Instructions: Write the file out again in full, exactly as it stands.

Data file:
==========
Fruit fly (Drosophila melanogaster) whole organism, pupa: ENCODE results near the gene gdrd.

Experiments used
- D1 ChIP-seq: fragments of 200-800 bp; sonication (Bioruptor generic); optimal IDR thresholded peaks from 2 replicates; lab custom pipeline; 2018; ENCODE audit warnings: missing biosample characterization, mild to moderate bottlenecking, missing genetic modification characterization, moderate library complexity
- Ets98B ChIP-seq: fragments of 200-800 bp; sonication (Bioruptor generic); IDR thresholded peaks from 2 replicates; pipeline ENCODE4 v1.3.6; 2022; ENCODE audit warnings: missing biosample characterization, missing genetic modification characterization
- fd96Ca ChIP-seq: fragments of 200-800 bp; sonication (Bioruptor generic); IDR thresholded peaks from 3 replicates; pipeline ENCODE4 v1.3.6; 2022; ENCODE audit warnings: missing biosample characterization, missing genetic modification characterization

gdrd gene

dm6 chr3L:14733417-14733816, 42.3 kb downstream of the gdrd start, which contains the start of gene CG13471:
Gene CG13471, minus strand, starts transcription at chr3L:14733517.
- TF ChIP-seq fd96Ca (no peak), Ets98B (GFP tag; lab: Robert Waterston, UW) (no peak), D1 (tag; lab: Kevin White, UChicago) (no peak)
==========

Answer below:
Fruit fly (Drosophila melanogaster) whole organism, pupa: ENCODE results near the gene gdrd.

Experiments used
- D1 ChIP-seq: fragments of 200-800 bp; sonication (Bioruptor generic); optimal IDR thresholded peaks from 2 replicates; lab custom pipeline; 2018; ENCODE audit warnings: missing biosample characterization, mild to moderate bottlenecking, missing genetic modification characterization, moderate library complexity
- Ets98B ChIP-seq: fragments of 200-800 bp; sonication (Bioruptor generic); IDR thresholded peaks from 2 replicates; pipeline ENCODE4 v1.3.6; 2022; ENCODE audit warnings: missing biosample characterization, missing genetic modification characterization
- fd96Ca ChIP-seq: fragments of 200-800 bp; sonication (Bioruptor generic); IDR thresholded peaks from 3 replicates; pipeline ENCODE4 v1.3.6; 2022; ENCODE audit warnings: missing biosample characterization, missing genetic modification characterization

gdrd gene

dm6 chr3L:14733417-14733816, 42.3 kb downstream of the gdrd start, which contains the start of gene CG13471:
Gene CG13471, minus strand, starts transcription at chr3L:14733517.
- TF ChIP-seq fd96Ca (no peak), Ets98B (GFP tag; lab: Robert Waterston, UW) (no peak), D1 (tag; lab: Kevin White, UChicago) (no peak)